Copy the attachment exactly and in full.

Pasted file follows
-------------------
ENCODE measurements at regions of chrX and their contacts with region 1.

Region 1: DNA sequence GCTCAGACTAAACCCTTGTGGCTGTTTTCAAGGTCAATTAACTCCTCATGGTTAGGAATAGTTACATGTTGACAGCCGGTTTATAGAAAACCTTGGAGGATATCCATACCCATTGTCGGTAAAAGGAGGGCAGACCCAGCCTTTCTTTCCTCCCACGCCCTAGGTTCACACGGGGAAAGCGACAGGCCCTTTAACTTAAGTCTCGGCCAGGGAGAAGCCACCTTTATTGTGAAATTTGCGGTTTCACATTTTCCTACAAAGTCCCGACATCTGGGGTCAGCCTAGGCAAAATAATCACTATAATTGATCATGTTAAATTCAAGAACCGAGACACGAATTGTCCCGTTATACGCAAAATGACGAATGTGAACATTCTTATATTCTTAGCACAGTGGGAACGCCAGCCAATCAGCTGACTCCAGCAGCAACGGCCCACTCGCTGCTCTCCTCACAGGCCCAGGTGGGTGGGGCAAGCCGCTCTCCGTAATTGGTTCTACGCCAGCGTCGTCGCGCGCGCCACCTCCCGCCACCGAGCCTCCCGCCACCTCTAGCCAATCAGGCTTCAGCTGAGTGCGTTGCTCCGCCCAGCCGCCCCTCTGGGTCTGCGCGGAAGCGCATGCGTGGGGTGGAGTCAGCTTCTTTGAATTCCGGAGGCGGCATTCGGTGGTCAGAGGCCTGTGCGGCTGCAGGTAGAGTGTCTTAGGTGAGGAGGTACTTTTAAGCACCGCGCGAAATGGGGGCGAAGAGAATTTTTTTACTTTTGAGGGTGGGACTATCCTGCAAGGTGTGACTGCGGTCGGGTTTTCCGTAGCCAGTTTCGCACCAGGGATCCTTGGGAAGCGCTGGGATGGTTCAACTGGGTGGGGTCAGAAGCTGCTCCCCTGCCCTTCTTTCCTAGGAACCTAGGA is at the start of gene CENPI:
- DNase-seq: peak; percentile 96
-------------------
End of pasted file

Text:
ENCODE measurements at regions of chrX and their contacts with region 1.

Region 1: DNA sequence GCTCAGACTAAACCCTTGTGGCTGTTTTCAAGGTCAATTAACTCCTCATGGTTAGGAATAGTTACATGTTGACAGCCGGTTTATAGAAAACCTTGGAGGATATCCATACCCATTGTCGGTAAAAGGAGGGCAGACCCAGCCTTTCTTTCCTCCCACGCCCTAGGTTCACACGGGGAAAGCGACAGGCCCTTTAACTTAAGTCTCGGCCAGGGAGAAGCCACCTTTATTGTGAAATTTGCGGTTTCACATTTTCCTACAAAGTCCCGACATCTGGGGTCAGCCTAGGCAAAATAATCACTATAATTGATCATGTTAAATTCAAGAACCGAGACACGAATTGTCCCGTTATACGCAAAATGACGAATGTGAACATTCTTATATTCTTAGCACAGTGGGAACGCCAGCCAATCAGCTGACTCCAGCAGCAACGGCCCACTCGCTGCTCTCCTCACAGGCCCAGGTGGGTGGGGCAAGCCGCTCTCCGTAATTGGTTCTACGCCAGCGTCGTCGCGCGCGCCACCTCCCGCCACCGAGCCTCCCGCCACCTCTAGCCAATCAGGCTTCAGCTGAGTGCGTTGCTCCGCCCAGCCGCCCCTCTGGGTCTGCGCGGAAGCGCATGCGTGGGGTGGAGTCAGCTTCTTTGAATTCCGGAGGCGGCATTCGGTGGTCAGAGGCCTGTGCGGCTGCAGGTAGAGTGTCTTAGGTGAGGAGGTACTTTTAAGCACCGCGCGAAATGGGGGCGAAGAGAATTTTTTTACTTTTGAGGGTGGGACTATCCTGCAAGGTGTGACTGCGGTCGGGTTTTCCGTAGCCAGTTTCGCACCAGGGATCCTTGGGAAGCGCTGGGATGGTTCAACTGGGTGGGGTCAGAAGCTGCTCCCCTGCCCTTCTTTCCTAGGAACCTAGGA is at the start of gene CENPI:
- DNase-seq: peak; percentile 96